answers from Chicago on

I can completely understand how you feel, except the pregnant girl was my brother's girlfriend, and she already had two kids by 20 (so my brother's baby was #3). I was very angry, disappointed, and many other emotions. How I reacted created an unrepairable rift with my brother.

The baby is here. It doesn't matter how it was conceived, who conceived it, or what lessons should be taught. There is a newborn little boy that needs love an attention from his family (that also includes you). Your sister also needs support from her family. Her world has now changed, and as much as you want your niece to learn a lesson (trust me, I didn't hold my tongue with my brother and it didn't do any good), it is not your place. She has a baby now, and she will be learning many lessons along the way.

I feel I grew up and learned more about myself when my brother became a father in the manner he did. I realized that babies will come no matter how we feel about them. It is up to us to choose how we react, and we can choose to offer love and support, or we can choose to distance ourselves and judge. Either way, there is a beautiful new baby boy that needs as much love and support as he can get. Make the choice that is best for the baby.

5 moms found this helpful


answers from Washington DC on

THREE showers?

I think that if your attendance requires a flight, send a gift and stay home til the kid arrives.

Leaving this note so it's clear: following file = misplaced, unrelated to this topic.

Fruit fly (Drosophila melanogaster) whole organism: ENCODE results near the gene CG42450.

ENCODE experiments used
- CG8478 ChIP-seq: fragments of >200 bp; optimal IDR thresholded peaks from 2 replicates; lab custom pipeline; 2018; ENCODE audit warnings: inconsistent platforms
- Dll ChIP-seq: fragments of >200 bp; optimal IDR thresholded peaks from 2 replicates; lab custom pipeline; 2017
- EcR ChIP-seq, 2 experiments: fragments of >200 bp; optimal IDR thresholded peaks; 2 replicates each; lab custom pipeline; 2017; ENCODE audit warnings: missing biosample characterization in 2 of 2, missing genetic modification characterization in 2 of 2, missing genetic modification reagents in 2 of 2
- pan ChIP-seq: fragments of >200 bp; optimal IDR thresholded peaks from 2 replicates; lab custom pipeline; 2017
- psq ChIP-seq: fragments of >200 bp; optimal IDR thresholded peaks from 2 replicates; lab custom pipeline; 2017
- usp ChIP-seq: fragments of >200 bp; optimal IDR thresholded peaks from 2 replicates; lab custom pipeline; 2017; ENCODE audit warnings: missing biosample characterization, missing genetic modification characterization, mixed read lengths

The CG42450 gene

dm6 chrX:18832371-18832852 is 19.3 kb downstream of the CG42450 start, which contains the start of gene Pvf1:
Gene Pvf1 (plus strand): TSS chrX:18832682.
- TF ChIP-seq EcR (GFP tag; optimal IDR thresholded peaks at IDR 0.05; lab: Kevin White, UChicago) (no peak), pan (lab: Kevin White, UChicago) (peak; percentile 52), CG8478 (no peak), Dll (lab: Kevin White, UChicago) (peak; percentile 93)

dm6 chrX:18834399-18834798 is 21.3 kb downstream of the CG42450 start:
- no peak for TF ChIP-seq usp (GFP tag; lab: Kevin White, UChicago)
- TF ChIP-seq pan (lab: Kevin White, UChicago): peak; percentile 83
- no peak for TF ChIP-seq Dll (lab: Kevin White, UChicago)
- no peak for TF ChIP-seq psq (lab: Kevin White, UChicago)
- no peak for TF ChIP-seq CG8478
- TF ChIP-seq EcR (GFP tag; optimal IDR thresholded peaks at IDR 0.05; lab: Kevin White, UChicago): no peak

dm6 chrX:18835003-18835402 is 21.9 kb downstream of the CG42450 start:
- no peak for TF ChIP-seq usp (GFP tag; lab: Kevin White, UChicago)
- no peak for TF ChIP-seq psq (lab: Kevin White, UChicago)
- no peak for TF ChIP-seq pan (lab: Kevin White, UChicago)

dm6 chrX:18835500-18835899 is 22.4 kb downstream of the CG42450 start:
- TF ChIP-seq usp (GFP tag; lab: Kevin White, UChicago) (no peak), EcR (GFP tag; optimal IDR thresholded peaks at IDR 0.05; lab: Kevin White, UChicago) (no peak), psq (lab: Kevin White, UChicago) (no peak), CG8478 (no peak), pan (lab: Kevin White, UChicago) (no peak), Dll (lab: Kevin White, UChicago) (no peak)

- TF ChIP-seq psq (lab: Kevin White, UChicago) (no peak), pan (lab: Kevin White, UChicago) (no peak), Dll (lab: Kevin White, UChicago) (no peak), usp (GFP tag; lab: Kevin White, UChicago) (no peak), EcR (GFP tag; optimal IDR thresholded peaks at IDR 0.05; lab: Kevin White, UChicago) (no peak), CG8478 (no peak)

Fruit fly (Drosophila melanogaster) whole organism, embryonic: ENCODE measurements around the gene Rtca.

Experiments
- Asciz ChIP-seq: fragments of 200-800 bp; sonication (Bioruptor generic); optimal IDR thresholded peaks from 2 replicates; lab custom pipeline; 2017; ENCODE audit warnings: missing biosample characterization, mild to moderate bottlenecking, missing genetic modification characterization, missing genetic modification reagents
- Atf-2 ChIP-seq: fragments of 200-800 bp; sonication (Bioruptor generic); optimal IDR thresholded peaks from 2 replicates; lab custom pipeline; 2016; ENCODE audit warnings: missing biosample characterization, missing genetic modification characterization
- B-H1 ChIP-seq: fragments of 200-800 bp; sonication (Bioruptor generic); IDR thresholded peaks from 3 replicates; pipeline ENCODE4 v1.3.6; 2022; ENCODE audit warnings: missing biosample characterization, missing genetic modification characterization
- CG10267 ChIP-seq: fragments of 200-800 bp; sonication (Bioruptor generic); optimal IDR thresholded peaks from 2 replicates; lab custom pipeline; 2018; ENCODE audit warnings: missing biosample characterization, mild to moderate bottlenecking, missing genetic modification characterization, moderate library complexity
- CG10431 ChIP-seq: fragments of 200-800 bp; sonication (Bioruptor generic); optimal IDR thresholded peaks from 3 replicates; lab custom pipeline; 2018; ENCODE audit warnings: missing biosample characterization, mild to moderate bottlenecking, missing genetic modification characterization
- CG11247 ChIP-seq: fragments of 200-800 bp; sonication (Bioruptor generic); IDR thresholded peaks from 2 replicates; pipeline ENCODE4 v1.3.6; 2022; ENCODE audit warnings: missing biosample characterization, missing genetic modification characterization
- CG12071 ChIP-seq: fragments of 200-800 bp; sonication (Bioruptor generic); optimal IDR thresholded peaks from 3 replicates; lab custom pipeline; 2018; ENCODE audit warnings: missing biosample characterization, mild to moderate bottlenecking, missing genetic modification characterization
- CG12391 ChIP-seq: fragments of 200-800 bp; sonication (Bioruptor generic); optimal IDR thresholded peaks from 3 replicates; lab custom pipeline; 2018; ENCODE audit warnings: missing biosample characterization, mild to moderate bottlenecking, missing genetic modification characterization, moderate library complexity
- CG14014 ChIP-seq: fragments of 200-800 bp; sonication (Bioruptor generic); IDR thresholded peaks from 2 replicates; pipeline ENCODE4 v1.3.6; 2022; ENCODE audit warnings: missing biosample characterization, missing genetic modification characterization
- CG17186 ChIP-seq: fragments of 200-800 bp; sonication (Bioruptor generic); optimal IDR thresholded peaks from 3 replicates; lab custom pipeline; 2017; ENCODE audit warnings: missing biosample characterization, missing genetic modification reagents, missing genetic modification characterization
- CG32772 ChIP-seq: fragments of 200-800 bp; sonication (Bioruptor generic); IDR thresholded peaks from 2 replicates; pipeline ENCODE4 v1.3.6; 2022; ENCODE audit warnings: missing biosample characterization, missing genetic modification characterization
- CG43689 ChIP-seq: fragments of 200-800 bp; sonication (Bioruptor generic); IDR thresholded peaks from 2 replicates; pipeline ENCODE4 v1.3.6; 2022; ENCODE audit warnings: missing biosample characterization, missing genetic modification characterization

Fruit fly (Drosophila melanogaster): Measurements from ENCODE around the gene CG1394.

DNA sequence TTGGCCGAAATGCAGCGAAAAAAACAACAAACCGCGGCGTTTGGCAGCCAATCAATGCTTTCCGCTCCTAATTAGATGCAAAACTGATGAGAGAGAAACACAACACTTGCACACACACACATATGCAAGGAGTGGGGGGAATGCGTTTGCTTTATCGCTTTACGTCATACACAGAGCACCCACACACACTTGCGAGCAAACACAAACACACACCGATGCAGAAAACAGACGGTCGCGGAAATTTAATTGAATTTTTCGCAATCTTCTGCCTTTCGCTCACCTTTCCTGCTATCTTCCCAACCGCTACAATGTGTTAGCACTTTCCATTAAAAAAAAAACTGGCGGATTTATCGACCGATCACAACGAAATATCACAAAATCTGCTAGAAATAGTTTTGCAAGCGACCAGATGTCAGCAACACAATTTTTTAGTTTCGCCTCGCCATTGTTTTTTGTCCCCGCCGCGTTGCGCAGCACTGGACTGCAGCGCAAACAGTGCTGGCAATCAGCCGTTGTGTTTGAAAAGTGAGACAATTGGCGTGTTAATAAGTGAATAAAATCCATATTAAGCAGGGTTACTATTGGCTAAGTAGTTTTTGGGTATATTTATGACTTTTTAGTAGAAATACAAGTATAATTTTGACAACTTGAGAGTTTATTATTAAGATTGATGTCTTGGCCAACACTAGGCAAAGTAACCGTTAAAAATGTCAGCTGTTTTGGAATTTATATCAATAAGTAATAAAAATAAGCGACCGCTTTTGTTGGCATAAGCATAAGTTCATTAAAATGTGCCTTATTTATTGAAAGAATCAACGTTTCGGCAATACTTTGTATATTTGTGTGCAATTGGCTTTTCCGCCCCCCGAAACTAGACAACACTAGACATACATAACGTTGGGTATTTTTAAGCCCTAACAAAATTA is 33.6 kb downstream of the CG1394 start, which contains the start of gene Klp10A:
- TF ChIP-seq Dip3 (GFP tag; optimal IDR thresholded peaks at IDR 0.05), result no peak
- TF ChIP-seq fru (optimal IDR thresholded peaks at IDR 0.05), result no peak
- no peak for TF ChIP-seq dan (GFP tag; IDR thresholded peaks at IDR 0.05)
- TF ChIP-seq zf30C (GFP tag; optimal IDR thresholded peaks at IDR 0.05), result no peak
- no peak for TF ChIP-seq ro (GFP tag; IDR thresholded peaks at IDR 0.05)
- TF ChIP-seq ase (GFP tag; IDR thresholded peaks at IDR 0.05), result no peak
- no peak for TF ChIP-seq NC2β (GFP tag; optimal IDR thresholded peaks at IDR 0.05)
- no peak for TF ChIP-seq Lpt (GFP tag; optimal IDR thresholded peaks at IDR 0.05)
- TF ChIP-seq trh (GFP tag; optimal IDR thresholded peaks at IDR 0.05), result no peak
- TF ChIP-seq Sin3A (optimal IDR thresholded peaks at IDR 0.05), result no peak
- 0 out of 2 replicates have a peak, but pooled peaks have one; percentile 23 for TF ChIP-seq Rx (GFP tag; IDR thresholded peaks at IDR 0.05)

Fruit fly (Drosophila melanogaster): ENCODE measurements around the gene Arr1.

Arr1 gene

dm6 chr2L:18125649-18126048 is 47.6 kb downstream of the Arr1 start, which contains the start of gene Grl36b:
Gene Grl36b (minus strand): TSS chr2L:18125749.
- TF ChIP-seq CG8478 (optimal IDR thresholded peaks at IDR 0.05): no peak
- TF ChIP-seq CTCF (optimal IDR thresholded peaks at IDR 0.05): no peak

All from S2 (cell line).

I've had to bite my tongue regarding some unexpected babies in our family. I think that while you can love the kid, it can be hard to support a gimme attitude from the parents, and that is your option.

I also wonder if your sister is focused on this so she doesn't have to deal with issues with her husband. Frankly, I think enlisting the younger daughter to babysit (a 12 yr old with a newborn?) is punishing HER for her older sister's mistake. I don't think your sister is thinking clearly, either.

5 moms found this helpful


answers from Bloomington on

It is not the baby's fault that it was born. I say that anytime a person is born, it is cause to celebrate. It sounds like you are saying you do not care to see the baby because of the choices the parents have made. Not that I agree with the choices at all - and if it were my daughter I would not have handled things the way your sister did. But don't fault the baby because of it.

5 moms found this helpful


answers from Austin on

A friends mother once told us a good thing to remember.
"Never criticize or judge another persons child, you never know how your own children or grandchildren will turn out.. "

Even though I was raised Catholic and learned all about celibacy, I was amazed how many of our great Aunts and uncles, grandparents etc.. had children because of premarital sex. This was for generations. Even in my husbands family of Southern Baptist Preachers, if you added up birth certificates vs. marriage certificates it does not always add up.

That being said, what is done is done. Your sister is doing her best. She sounds like she needs someone to vent to. If you do not want to be that person. let her know so she can find someone else. If you do not feel like you can love this great nephew, then stay away. He will have enough negativity in his life.

Yes, it is always terrible when children make life changing poor choices, but that is now their lives and no chance of going back. You can mourn the loss of her childhood and be disappointed in her lifestyle and her entitlement, but in reality, this is now their lives. They need to work it out and decide what they need, want and willing to put up with.. I would never expect a thank you note in the future, so decide if you will continue to send them gifts..

You do not have to be pulled into it, just stay 2 steps back and take a lollipop ( that is what I do) in case you tend to spit out what is exactly on your mind when not asked.